Breastfeeding women (up to infant’s 1st birthday)

3224-A Independence Road, Canon City, CO 81212
Phone (719) 275-1580 or 275-1589

St. Thomas More Birth Center
Lactation and Labor and Delivery Support
1338 Phay Ave
Canon City, Colorado 81212
719-285-2043 OR 719-571-3018
Birth Center CommonSpirit Health

Canon City Pregnancy Center
508 Greenwood
Canon City, Colorado 81212

La Leche League - Breastfeeding
For more information contact
Jennille 719-372-6547 or Angela 719-372-6547

Office On Women’s Health
Call the OWH HELPLINE: 1-800-994-9662
Monday — Friday 9 a.m. — 6 p.m. ET,

Labor Standards & Statistics

Colorado Division of Labor Standards and Statistics 1-303-318-8441

Find a Pump

WIC- Women, Infants, and Children Nutritional Program
Offering supplemental food assistance for women who are pregnant, breastfeeding, postpartum, infants and children under five. Also offering nutrition education and support for those families including information, breast pumps and encouragement.
3224-A Independence Road, Canon City, CO 81212
Phone (719) 275-1580 or 275-1589 Fax (719) 275-2907

Pumping Breast Milk

Information on Breastfeeding Friendly Employers

Breastfeeding moms face logistical obstacles to being successful. As an employer, you can be supportive and help your staff provide the ideal nutrition for their babies. Breastfeeding friendly employees have healthier work forces and overall better morale.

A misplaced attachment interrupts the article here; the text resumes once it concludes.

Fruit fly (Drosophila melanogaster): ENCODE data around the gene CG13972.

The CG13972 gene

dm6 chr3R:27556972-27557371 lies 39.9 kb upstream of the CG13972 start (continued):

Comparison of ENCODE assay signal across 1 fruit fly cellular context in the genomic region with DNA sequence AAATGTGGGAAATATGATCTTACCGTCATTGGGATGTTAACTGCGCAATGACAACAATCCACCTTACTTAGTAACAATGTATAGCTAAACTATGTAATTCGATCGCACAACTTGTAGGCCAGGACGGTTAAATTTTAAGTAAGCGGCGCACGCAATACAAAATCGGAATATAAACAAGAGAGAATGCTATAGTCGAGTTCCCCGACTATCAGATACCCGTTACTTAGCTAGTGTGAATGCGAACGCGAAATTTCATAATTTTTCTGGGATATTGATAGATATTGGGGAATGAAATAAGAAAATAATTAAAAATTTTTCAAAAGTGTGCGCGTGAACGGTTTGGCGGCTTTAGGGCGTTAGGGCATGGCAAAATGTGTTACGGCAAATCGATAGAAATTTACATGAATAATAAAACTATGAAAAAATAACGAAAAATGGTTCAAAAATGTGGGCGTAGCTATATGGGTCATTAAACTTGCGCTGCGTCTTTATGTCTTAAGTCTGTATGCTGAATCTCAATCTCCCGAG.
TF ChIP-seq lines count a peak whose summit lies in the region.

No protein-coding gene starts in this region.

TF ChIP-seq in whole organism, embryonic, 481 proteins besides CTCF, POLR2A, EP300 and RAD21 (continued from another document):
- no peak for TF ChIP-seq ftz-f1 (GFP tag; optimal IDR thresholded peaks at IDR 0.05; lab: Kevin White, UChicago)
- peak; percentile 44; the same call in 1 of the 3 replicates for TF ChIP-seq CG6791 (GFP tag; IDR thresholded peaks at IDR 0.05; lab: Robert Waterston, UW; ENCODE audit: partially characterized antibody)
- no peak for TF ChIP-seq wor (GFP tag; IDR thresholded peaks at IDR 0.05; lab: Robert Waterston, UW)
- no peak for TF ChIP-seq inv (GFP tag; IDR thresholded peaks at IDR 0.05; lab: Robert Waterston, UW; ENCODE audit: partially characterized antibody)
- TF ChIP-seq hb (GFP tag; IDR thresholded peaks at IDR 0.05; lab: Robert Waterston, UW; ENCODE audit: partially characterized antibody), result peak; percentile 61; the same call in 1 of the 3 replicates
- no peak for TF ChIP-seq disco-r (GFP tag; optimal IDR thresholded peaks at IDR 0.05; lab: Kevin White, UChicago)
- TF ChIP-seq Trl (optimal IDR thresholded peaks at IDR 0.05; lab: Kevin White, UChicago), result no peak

Benefits to the Bottom Line

Providing support for nursing women at work is good for your business. Family-friendly practices can produce a 3 to 1 return on investment due to:

  • Lower health care costs due to healthier babies and moms
  • Reduced rate of absenteeism due to infant illness (among both mothers and fathers)
  • Lower turnover rates
  • Improved employee productivity and loyalty
  • A more family-friendly image in the community

Being a breastfeeding friendly employer is a strategic way to attract, retain, and engage mothers with infants. This is one of the fastest growing segments in the American workforce.

Employer Responsibilities

Breastfeeding Laws and Accommodations
Employer Assessment Earning the Breastfeeding Friendly Designation for your Organization/Employer/Worksite
Public Spaces Agreement Form Becoming a Breastfeeding Friendly Public Space